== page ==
Students to get ‘living portfolios’ aimed at boosting job prospects

DCU initiative part of trend among universities to focus on employability of graduates

DCU professor Brian MacCraith says the modern workplace increasingly requires citizens with transferable skills who are “resilient and adaptable, and capable of reflective and critical thinking”. Photograph: Brenda Fitzsimons

DCU professor Brian MacCraith says the modern workplace increasingly requires citizens with transferable skills who are “resilient and adaptable, and capable of reflective and critical thinking”. Photograph: Brenda Fitzsimons

 

Thousands of third-level students are to receive new online learning portfolios aimed at enhancing their job prospects when they leave college.

Dublin City University has created a “living portfolio” for its 17,000 students which, it says, will allow them to showcase their academic, professional and personal achievements.

The move is part of a wider trend across universities to enhance the employability of graduates and to emphasise so-called 21st century skills needed in the modern workplace.

The university’s new “reflect” platform allows students to curate their coursework and assignments, create shareable online CVs, upload certificates of achievement and maintain monthly journals of internship experience which can be used to create personal blogs.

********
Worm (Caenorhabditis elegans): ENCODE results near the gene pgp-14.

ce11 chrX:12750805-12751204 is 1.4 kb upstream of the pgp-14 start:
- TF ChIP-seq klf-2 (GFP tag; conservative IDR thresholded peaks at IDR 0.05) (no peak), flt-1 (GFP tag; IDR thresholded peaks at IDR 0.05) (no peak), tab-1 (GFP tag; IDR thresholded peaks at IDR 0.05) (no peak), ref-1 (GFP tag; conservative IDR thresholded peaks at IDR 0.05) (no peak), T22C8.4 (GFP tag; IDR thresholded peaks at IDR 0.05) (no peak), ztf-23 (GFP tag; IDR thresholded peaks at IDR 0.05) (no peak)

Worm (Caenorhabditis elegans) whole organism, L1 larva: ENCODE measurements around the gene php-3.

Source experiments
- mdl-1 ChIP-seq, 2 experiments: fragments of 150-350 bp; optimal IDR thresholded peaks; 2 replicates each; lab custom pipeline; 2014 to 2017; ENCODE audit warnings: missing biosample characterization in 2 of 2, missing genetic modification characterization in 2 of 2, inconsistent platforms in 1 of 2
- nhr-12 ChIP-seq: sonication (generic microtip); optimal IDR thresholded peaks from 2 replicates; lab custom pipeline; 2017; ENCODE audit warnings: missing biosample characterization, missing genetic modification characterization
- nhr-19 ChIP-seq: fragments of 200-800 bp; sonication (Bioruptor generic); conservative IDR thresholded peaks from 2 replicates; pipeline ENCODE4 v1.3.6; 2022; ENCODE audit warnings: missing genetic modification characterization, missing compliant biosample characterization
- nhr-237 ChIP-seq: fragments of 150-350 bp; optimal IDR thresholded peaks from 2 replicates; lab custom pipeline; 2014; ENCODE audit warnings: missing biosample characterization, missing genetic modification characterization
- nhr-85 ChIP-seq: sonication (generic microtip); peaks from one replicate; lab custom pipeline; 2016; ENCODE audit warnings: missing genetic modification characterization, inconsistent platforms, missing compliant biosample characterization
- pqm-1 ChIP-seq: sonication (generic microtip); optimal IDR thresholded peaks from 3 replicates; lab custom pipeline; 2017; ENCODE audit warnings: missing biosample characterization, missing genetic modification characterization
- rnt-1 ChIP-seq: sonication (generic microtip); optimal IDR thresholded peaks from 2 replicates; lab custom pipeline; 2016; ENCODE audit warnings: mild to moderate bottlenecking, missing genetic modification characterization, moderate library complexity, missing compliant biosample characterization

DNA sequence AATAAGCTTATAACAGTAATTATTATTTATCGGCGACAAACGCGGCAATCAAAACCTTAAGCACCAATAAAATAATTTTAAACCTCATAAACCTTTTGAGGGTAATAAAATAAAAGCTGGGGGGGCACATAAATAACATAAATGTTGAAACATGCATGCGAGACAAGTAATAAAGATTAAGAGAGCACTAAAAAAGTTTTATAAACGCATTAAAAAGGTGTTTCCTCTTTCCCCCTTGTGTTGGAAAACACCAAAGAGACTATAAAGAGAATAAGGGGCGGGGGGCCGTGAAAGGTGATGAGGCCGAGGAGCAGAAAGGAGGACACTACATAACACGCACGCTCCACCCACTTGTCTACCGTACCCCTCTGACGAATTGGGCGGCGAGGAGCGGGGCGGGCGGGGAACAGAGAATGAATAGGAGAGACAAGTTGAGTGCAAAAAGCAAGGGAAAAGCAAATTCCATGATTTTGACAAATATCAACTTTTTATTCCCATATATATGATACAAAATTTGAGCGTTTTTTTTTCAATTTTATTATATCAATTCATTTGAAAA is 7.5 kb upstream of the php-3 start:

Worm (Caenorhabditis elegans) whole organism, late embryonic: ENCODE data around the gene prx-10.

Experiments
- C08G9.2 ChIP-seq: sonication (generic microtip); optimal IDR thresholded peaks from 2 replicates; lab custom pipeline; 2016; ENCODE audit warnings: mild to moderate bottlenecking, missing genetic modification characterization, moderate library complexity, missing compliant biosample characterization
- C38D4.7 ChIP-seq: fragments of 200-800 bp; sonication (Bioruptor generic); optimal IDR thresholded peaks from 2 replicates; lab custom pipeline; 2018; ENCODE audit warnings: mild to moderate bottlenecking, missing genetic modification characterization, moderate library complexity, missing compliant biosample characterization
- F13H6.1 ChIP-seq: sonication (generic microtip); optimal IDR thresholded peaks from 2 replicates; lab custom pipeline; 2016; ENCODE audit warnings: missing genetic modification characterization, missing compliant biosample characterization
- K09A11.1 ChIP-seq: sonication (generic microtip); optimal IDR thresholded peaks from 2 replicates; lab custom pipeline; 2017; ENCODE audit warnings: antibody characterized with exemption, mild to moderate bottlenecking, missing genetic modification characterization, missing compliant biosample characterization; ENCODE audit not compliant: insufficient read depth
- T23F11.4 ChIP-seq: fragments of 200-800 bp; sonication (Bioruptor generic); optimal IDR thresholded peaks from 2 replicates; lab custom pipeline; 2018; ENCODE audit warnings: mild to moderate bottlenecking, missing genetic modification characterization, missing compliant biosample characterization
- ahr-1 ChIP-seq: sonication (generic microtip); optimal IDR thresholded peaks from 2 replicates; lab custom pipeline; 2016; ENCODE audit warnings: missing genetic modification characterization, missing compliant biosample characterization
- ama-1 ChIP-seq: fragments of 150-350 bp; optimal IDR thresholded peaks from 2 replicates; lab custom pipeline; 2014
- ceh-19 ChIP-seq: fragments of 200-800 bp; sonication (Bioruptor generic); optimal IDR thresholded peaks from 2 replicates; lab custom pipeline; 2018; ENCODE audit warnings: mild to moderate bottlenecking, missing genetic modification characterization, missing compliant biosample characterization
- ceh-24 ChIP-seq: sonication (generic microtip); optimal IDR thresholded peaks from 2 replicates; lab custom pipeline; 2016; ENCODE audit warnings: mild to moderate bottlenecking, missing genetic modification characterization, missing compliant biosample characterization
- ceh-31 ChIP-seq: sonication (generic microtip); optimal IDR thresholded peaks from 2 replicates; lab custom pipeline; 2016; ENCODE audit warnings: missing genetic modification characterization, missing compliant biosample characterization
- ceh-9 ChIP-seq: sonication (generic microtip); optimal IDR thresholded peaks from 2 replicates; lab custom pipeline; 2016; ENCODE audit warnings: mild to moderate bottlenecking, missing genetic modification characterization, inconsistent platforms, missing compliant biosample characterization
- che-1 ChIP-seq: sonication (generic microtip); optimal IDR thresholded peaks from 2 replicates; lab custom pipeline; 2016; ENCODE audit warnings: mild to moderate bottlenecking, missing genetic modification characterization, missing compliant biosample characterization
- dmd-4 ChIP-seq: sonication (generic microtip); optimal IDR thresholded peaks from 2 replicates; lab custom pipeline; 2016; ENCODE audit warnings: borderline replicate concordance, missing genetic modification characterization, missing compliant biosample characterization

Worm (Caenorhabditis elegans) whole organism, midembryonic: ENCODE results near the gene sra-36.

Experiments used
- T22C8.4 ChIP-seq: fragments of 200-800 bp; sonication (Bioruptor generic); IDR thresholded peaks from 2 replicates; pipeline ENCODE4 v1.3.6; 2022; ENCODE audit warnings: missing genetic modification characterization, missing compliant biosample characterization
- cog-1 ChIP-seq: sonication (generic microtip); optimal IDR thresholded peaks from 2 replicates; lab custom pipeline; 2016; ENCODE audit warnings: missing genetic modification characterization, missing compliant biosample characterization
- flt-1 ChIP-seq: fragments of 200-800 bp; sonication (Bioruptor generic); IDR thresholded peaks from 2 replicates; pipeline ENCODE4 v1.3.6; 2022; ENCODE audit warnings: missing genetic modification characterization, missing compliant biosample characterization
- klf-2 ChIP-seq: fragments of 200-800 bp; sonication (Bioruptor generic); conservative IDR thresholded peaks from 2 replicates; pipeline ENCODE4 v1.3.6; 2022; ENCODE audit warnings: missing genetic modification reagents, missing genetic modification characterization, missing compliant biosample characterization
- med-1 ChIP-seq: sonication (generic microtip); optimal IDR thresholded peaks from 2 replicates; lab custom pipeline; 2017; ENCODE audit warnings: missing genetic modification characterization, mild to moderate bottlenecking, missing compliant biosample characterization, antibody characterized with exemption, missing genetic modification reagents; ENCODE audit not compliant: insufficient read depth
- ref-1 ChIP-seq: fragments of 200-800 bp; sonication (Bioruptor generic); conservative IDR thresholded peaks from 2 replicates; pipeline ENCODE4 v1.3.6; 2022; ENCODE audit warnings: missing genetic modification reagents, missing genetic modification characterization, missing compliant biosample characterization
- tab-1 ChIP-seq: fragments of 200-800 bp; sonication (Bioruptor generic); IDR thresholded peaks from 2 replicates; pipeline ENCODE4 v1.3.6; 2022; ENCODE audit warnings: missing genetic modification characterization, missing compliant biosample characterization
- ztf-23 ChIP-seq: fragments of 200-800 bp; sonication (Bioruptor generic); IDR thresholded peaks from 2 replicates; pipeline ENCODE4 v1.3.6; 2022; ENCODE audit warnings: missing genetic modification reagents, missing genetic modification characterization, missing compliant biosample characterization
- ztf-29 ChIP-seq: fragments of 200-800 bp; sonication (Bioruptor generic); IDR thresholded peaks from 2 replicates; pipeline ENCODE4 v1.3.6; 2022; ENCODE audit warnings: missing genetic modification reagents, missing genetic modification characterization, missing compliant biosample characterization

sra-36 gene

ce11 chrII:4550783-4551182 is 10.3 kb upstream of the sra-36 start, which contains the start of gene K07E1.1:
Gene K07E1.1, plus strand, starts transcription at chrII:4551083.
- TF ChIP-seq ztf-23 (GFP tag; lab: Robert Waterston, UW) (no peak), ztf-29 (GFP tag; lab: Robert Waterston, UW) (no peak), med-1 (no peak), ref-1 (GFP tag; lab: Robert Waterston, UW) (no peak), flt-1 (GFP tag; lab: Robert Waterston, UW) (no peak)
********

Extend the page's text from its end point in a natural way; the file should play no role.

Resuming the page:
This will, in turn, it says, assist future employers in visualising the breadth of students’ learning and experience. To date, more than 5,000 students have signed up to the pilot phase of the platform.

Modern workplace

DCU professor Brian MacCraith said the modern workplace increasingly requires citizens with transferable skills who are resilient and adaptable, and capable of reflective and critical thinking.

“The reflect portfolio challenges traditional approaches to teaching, learning and assessment, capturing all facets of student learning and providing our students with an opportunity reflect on their personal and professional as well as learning development,” he said.

Matt Moran, director of BioPharm Chem Ireland, said this new approach would help graduates get noticed by employers.

“Getting that first job can be difficult for a graduate, therefore, they really need to distinguish themselves,” he said.

“As well as having a strong academic education, they need extra skills such as problem-solving, critical thinking, communications, skills which employers value.”

He said the new development was a flexible way of learning and good way for students and graduates to acquire these skills.

“An additional advantage is that once they get that job as graduates, they can continue to develop themselves through portfolio learning professionally,” he said.